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Former Vice President Joe Biden

Reprinted with permission from Alternet

Former Vice President Joe Biden has a long history of being gaffe-prone, and President Donald Trump is using Biden's gaffes to claim that the presumptive Democratic presidential nominee is unfit to be president. He, along with his friends at Fox News, have recently seized on Biden's relatively minor slip-up of referring to "120 million" COVID-19 deaths when he meant "120 thousand." But Trump has had plenty of gaffes of his own, all of which demonstrate that those who live in glass houses should not throw stones.

Here are ten of Trump's most embarrassing gaffes.


1. Trump confused 9/11 with the convenience store '7/11'

During his 2016 campaign, Trump confused the September 11, 2001, terrorist attacks with the convenience store chain 7/11. Instead of describing al-Qaeda's attacks on the World Trade Center and the Pentagon as 9/11, then-candidate Trump referred to them as "7/11."

At a rally in Buffalo, New York on April 18, 2016, Trump told the crowd, "I wrote this out, and it's very close to my heart. Because I was down there, and I watched our police and our firemen down at 7/11 — down at the World Trade Center right after it came down. And I saw the greatest people I've ever seen in action. I saw the bravest people I've ever seen."

2. Trump confused Dayton and Toledo after a mass shooting in Ohio

On August 4, 2019, 24-year-old Connor Stephens Betts carried out a deadly mass shooting in Dayton, Ohio. And when Trump discussed the tragedy during a speech at the White House that week, he confused Dayton with another city in Ohio: Toledo.

Trump said, "May God bless the memory of those who perished in Toledo; may God protect them. May God protect all of those, from Texas to Ohio. May God bless the victims and their families. May God bless America."

Trump's error was baffling at a traumatic time for the country.

3. Trump demands investigation of the 'oranges' of Robert Mueller's probe

In April 2019 — during a meeting with Jens Stoltenberg, secretary-general of the North Atlantic Treaty Organization — Trump answered questions from reporters and discussed former Special Counsel Robert Mueller and the Russia investigation. And more than once, Trump struggled to use the word "origins" and demanded an investigation of the "oranges" of Mueller's probe.

Trump told reporters, "I hope they now go and take a look at the oranges, the oranges of the investigation, the beginnings of that investigation."

The president also complained, "The Mueller Report, I wished, covered the oranges — how it started, the beginnings of the investigation, how it started. It didn't cover that, and for some reason, none of that was discussed."

4. Trump claimed there would be 'one million eight hundred and seventy thousand million tests' for coronavirus

At a press conference in April, Trump seriously inflated the amount of testing for coronavirus that was taking place in the United States — where, he told reporters, Americans were getting "one million eight hundred and seventy thousand million tests."


5. Trump said the US would have 'no cases' of COVID-19 'if we didn't do testing'

During a Fox News town hall event with Sean Hannity this week, Trump attributed coronavirus infections to testing. The president told Hannity and audience members, "If we didn't do testing, we'd have no cases."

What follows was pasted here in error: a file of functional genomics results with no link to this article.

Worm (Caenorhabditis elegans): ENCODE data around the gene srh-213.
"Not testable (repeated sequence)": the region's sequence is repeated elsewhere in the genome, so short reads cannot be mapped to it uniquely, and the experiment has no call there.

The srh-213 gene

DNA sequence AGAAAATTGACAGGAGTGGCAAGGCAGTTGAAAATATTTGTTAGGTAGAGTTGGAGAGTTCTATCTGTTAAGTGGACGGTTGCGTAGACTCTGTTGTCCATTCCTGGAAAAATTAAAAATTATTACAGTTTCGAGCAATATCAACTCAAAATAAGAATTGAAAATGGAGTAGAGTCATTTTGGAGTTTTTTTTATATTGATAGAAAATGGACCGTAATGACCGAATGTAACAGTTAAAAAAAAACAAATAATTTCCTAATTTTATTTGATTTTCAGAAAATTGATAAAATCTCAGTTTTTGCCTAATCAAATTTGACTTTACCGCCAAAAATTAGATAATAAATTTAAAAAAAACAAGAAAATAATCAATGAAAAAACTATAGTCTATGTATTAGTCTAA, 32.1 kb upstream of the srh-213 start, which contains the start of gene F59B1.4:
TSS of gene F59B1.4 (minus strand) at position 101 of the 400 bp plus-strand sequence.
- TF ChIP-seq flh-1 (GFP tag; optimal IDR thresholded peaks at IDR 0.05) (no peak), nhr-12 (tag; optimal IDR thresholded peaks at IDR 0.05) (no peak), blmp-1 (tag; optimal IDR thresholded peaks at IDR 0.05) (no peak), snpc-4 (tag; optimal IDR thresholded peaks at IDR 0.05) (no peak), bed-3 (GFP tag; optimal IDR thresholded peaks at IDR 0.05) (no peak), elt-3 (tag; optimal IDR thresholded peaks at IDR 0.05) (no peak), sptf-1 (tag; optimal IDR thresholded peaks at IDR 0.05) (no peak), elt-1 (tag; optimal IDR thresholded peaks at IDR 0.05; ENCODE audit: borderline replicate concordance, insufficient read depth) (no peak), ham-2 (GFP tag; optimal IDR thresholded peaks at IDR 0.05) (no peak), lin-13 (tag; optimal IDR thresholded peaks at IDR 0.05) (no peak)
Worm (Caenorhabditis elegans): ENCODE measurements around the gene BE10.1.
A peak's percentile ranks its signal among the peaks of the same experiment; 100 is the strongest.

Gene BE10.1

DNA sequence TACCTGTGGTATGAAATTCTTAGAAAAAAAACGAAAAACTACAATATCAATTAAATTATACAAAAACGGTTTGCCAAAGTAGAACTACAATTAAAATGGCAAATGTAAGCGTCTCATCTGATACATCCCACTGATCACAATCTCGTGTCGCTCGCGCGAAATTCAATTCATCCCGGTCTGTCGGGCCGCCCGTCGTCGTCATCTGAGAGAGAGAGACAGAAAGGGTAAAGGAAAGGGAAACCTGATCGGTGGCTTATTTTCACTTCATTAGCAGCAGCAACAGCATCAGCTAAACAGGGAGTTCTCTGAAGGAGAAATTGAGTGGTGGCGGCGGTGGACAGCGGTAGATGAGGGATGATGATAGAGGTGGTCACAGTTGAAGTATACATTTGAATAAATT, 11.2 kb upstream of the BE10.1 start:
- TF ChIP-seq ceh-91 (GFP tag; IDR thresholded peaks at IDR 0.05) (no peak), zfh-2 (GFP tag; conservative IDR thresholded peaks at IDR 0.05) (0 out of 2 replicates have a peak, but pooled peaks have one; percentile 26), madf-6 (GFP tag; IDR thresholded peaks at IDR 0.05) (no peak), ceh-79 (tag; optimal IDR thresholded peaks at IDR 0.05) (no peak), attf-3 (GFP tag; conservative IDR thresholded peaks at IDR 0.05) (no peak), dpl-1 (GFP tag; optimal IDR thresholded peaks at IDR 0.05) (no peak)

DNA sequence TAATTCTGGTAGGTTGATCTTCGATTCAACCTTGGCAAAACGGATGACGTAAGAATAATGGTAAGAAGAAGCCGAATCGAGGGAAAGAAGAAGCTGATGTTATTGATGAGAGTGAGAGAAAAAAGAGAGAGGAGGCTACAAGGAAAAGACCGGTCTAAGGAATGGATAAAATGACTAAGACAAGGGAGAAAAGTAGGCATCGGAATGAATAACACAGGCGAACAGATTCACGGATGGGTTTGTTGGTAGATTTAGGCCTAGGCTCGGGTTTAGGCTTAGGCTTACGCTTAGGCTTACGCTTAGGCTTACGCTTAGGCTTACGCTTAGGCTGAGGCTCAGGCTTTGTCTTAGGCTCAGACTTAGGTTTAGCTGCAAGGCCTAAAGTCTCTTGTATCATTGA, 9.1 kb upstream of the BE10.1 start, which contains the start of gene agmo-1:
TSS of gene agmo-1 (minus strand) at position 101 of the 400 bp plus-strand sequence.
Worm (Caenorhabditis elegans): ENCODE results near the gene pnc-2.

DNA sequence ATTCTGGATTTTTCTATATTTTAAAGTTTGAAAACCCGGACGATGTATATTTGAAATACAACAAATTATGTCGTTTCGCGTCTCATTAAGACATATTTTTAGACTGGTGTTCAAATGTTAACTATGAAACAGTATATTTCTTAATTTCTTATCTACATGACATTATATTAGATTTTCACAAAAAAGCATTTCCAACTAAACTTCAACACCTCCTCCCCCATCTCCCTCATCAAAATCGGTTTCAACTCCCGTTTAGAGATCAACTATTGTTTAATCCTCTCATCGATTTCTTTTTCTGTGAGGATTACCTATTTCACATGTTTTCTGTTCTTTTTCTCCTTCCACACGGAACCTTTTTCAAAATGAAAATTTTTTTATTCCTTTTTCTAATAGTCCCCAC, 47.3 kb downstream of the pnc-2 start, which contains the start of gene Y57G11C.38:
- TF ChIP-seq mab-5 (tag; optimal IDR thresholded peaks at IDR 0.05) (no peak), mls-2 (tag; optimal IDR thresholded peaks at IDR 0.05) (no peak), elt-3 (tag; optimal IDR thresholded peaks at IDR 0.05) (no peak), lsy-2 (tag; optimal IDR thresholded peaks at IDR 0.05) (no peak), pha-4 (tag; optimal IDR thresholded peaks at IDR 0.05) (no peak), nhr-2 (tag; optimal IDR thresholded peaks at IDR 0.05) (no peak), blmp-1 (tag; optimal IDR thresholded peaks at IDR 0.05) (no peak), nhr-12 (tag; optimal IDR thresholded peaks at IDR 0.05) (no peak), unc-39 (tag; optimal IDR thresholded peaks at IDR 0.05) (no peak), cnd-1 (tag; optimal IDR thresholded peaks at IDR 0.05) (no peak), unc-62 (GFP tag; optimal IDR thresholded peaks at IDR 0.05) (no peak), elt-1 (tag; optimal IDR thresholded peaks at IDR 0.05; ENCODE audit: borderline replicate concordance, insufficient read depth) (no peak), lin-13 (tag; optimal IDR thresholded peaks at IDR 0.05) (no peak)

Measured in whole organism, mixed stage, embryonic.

6. Trump praised the US Air Force — of 1775

During a Fourth of July speech last year, Trump praised the actions that American forces took in 1775 and mentioned fighting by air — which, of course, would have been impossible because aviation had yet to be invented and there was no U.S. Air Force. Trump told the crowd, "In June of 1775, the Continental Congress created a unified army…. Our army manned the air…. It took over the airports."

The U.S. Armed Forces did not start to "man the air" until 1907. For 40 years, the United States' aerial fighters were part of the U.S. Army, but in 1947, the United States Air Force was established as a separate branch of the U.S. Armed Forces.

7. Trump saluted those who 'sacrifice' for the 'furniture' of their children

At a "values voters" event on October 13, 2017, Trump praised Americans who "sacrifice every day for the furniture, future of their children." That time, Trump corrected his gaffe, as he mentioned the "future" of children rather after mentioning their "furniture."


Trump Keeps Attacking Biden For His Gaffes, But Has A Fair Share Of His Own | The 11th Hour | MSNBC www.youtube.com

8. Trump confused John Bolton and Michael Bolton

On October 23, 2018, Trump discussed foreign policy with reporters and told then, "Mike Bolton, as you know, is in Russia." Trump was obviously referring to John Bolton, his national security adviser at the time. Instead, he mentioned the name of a famous adult contemporary pop star.

9. Trump referred to his vice president as 'Mike Pounds'

On September 12, 2019, Trump seemed to be referring to Vice President Mike Pence when he mentioned "Mike Pounds."

10. Trump referenced Americans of 'all walks of lice'

In December 2019, "The Daily Show" assembled a collection of Trump gaffes. In one of them, the president is heard mentioning "Americans of all walks of lice" — not life, lice — who "rose up."


Trump's Best Words: 2019 Edition | The Daily Show www.youtube.com

The White House

White House press secretary Kayleigh McEnany said on Monday that Donald Trump has a "great record when it comes to the LGBTQ community."

Chris Johnson, chief political and White House reporter for the Washington Blade, asked McEnany if Trump would reconsider the ban on transgender people in the military after 116 Democratic House lawmakers sent a letter last week to Defense Secretary Mark Esper and Attorney General William Barr calling for the Pentagon to end the policy.

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